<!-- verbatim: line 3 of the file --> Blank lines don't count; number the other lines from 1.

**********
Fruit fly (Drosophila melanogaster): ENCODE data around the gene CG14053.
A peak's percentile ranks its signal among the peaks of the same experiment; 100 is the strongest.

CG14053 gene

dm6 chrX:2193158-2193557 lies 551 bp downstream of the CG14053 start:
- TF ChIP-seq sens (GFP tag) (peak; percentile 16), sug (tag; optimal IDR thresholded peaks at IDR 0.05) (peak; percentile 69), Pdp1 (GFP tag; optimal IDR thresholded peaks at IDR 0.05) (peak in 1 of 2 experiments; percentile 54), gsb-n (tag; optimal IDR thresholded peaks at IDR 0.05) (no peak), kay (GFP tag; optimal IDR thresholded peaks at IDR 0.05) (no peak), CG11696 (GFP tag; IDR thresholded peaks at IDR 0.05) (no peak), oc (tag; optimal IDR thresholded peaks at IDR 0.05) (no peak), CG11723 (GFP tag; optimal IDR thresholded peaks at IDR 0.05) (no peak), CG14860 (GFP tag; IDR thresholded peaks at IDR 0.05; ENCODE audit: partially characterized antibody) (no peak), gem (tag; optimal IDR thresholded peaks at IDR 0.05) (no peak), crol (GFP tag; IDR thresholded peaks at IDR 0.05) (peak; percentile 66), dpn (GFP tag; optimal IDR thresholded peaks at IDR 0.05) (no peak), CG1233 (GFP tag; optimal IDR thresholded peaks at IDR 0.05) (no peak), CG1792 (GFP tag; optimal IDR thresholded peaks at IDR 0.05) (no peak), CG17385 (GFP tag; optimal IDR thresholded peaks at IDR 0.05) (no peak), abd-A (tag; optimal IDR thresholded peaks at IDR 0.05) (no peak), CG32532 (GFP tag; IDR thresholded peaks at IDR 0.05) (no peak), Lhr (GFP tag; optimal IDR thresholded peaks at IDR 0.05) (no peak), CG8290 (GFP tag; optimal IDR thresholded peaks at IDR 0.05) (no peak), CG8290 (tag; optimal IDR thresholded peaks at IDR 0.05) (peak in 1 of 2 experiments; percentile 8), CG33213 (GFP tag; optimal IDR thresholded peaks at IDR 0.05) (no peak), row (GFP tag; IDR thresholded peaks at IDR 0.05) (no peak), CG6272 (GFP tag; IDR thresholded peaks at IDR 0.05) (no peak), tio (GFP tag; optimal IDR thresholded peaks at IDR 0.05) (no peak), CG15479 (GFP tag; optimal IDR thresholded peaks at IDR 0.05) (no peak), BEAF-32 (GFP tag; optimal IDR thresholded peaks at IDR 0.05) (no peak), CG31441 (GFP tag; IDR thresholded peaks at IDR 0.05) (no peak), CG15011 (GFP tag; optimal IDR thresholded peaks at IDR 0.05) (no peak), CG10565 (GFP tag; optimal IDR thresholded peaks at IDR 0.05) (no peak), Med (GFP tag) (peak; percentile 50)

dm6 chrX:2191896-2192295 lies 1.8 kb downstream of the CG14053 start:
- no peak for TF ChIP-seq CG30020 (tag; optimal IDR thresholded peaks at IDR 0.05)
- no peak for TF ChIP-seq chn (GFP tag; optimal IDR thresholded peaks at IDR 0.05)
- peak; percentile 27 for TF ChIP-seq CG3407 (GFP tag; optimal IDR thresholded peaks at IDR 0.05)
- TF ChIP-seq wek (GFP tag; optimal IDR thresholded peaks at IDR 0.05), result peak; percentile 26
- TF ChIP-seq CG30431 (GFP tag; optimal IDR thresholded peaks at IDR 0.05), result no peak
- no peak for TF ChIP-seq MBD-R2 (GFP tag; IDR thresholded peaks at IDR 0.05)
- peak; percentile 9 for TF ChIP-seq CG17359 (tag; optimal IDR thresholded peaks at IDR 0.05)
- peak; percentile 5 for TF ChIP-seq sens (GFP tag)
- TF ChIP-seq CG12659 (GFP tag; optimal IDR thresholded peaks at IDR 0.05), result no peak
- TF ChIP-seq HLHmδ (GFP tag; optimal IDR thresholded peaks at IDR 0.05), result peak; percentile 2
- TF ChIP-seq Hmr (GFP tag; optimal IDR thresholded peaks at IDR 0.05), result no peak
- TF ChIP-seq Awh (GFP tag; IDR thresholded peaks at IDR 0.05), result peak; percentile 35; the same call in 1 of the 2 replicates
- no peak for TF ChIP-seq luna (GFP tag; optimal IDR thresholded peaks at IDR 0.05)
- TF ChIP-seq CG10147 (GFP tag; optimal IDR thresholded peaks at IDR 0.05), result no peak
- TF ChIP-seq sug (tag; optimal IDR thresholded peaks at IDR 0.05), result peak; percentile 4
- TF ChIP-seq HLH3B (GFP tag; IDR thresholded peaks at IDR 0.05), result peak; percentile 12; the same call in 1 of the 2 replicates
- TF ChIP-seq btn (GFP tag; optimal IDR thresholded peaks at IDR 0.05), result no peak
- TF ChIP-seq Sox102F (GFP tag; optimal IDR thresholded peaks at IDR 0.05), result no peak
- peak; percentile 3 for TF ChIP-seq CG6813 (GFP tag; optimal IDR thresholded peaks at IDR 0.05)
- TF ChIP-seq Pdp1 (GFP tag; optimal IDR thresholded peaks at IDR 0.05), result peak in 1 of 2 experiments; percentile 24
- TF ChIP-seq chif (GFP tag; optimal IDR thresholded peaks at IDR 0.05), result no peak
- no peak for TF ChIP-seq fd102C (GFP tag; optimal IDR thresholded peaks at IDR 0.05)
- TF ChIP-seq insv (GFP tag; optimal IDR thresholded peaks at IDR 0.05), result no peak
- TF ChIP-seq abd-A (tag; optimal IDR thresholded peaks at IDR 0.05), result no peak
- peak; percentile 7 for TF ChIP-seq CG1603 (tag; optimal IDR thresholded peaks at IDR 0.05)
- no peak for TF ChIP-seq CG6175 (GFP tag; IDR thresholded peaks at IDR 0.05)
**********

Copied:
CG14053 gene